The sales pitch that chrysotile asbestos is safe when handled properly sounds even more ludicrous when an unwitting Canadian asbestos mine owner tries to convince a skeptical comedian of its merits. In a recent segment, Jon Stewart’s The Daily Show served up the town of Asbestos, Quebec to international ridicule for continuing to mine and export the deadly mineral fiber to developing countries.
Exposure to asbestos, once widely used in building materials, causes an estimated 100,000 people a year worldwide to die of respiratory diseases including mesothelioma, an aggressive cancer of the lining of the lungs and abdomen. Approximately, 3,000 new cases of mesothelioma are diagnosed each year in the U.S. Most are workers who inhaled asbestos fibers in the workplace or Navy veterans exposed to asbestos in ships.
Speaking to The Daily Show, George Gagne, manager of the town of Asbestos, acknowledges that some nations have banned asbestos because it causes mesothelioma. But in the town of Asbestos, town officials and economic boosters encourage more consumption of asbestos to help the local economy.
Bernard Coulombe, head of the Jeffrey Mine, one of Canada’s last remaining asbestos mine, repeats that canard that chrysotile is safe and that industries in India handle asbestos fiber safely. Never mind the scenes from the Canadian Broadcasting Company asbestos documentary showing Indian workers wearing only bandanas tossing bales of asbestos fiber, as if working in a snowstorm. “India is buying 400,000 tons of fiber a year,” Coulombe tells The Daily Show. “In India, they are used to pollution.”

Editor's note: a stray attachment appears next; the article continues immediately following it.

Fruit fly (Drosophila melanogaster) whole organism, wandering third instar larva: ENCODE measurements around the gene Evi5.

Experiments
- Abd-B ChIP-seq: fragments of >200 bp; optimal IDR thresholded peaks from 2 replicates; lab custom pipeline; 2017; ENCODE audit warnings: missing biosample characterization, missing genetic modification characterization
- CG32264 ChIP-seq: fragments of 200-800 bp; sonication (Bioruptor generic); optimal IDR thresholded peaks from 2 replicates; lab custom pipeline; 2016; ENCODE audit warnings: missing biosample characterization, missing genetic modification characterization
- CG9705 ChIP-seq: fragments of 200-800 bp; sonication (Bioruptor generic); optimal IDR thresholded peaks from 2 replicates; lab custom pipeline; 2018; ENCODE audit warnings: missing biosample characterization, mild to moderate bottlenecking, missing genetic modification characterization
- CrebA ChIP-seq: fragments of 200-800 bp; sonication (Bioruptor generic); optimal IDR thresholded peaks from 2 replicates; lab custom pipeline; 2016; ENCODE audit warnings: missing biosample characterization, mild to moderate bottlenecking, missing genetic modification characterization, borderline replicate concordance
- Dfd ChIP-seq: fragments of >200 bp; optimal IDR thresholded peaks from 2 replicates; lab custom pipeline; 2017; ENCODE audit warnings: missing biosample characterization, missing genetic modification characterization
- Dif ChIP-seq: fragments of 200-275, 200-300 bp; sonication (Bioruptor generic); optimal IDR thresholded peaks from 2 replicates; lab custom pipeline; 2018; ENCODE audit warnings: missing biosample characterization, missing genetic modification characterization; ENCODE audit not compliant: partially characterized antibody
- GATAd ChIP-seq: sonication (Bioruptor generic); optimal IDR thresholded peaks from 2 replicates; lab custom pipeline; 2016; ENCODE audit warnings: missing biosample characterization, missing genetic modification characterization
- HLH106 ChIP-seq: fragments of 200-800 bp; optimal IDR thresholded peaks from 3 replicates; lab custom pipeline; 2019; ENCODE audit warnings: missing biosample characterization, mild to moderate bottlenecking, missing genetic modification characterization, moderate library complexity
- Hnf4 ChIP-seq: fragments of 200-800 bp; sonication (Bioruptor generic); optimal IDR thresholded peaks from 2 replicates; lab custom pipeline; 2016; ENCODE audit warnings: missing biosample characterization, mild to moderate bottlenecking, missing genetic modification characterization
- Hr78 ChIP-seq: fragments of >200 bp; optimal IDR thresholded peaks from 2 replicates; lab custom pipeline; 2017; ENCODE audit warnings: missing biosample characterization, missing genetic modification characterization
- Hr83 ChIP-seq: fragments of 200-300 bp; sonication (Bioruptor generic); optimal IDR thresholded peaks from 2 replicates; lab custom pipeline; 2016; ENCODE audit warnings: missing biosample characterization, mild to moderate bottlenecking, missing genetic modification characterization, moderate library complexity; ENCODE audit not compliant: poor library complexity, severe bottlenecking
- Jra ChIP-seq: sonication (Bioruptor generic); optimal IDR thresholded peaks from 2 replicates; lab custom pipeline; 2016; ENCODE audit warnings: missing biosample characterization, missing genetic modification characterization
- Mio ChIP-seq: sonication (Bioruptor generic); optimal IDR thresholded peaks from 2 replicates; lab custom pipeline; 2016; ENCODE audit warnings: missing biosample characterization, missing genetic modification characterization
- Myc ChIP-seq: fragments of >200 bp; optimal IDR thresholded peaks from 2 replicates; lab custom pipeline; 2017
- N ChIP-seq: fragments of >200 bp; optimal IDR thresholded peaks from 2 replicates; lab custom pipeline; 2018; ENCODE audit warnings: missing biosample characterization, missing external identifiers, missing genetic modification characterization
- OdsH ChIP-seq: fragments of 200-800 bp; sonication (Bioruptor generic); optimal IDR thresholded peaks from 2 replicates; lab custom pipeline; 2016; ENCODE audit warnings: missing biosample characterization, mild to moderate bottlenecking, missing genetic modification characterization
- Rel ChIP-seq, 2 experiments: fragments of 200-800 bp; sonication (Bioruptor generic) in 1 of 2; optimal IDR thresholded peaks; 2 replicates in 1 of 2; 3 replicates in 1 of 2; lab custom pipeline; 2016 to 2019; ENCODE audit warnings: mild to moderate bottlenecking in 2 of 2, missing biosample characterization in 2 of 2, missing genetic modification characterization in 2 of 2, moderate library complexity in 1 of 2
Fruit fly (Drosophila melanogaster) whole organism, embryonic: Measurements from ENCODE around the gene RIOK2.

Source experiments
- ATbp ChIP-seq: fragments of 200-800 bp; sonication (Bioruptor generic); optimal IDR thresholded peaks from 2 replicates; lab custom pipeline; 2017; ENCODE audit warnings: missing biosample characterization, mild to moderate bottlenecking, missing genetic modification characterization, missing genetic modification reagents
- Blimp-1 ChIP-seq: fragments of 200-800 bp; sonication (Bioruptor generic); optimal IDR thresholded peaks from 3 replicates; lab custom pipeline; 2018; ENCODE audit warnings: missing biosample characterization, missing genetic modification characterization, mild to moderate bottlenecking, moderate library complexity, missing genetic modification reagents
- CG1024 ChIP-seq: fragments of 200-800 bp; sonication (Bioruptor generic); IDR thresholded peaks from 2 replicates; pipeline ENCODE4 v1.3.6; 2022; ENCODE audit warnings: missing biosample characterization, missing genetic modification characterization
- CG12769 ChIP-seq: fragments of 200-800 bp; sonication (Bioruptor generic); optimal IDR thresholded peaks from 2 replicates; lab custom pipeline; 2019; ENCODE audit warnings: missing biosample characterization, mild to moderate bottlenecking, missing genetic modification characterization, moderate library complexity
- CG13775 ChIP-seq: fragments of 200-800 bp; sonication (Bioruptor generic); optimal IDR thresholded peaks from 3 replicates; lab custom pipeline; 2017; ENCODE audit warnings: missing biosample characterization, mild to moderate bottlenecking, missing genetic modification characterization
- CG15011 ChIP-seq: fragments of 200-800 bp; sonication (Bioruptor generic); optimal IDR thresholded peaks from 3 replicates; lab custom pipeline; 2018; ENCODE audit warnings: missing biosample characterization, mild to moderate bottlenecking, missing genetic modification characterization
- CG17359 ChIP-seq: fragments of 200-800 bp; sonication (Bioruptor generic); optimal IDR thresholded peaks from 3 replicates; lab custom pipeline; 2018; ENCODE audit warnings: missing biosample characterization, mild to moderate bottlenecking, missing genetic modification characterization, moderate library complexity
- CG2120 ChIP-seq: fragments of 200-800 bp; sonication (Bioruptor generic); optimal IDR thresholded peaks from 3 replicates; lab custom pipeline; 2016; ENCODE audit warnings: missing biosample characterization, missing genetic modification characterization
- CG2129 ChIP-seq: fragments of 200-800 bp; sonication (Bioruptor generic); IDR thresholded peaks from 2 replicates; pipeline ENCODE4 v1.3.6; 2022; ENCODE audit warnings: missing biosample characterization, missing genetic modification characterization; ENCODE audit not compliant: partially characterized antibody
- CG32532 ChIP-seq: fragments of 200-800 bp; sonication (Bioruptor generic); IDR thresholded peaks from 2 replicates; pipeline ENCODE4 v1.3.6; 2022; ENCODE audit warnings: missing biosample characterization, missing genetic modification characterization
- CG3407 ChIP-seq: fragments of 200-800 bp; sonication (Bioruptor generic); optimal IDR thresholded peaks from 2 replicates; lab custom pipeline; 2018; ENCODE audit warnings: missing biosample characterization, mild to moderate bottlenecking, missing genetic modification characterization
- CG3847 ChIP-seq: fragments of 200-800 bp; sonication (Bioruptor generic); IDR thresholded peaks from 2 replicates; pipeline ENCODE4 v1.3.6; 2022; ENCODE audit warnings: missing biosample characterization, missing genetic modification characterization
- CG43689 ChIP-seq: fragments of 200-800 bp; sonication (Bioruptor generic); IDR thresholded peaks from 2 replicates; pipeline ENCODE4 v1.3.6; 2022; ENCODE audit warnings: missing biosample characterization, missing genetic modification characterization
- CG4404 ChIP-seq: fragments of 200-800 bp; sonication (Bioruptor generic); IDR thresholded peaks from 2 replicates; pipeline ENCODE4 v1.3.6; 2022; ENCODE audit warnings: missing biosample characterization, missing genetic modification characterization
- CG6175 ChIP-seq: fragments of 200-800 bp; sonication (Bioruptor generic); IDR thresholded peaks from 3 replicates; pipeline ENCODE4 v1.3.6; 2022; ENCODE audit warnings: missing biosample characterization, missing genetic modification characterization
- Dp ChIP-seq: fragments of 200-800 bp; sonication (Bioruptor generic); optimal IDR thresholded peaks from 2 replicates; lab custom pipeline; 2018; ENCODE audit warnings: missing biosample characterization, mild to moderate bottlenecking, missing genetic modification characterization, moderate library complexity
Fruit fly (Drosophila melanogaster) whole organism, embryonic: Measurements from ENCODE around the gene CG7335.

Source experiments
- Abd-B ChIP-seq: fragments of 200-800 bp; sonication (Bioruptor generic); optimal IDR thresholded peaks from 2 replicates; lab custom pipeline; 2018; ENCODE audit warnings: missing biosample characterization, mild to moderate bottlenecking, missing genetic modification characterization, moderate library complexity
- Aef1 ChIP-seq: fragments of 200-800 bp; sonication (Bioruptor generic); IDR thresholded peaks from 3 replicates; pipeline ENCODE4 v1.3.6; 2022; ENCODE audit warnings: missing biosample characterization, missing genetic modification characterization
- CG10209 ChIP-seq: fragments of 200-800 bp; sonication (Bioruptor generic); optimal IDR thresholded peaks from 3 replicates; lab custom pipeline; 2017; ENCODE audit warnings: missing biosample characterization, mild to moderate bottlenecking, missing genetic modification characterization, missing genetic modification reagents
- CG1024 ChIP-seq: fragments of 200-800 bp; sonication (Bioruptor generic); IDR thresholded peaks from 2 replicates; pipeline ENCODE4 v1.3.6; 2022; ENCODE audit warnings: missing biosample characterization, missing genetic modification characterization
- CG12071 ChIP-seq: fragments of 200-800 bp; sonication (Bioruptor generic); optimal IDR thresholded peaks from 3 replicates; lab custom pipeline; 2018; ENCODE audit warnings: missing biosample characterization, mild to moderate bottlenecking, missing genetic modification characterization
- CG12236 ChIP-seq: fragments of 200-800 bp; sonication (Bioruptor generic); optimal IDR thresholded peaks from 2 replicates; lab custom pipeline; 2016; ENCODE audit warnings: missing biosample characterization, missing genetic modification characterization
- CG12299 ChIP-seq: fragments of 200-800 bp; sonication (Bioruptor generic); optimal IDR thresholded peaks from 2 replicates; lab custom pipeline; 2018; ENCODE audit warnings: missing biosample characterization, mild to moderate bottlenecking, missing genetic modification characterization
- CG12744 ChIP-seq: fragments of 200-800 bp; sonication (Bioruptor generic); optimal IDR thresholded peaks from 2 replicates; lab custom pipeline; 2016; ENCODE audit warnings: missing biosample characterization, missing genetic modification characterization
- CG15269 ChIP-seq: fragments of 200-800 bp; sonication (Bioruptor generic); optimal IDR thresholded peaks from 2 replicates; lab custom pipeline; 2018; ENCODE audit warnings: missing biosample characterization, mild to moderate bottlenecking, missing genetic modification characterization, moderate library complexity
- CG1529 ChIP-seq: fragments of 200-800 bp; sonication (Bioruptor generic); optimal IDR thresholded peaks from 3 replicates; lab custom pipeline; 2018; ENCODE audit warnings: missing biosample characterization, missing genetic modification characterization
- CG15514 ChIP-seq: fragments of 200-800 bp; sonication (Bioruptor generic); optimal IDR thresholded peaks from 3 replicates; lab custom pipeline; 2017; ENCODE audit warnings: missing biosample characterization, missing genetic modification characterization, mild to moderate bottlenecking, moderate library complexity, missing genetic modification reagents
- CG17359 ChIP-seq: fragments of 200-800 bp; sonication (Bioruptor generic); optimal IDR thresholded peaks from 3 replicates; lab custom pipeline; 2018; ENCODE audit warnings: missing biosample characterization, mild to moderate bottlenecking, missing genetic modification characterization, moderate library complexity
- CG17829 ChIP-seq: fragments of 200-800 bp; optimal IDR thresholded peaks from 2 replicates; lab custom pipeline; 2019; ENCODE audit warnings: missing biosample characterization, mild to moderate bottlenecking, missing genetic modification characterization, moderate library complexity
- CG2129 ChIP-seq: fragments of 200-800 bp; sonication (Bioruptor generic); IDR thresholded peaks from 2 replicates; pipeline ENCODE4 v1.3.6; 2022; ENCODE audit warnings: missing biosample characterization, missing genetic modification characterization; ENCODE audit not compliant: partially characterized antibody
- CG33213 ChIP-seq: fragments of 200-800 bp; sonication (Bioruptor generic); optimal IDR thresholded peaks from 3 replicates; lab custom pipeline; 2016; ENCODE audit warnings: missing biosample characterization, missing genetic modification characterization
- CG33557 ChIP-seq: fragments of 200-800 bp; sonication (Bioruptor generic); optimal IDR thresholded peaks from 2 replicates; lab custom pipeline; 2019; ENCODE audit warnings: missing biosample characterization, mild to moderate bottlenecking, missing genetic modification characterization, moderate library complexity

Coulombe still doesn’t realize that he is speaking to a comedian even when the Daily Show interviewer asks, “Does asbestos mean something different in French than in English because in English it means slow, hacking death?”
Only Dr. Matthew Stanbrook, deputy director of the Canadian Medical Association Journal, is clear eyed about the harm asbestos causes. Stanbrook tells The Daily Show that chrysotile asbestos causes cancer and the asbestos mine should be shut down rather than given an extended operating lease with new government subsidies. “As a Canadian, I’m embarrassed that we are sending abroad this product that we’ve all learned not to use here because it’s too dangerous,” Stanbrook says.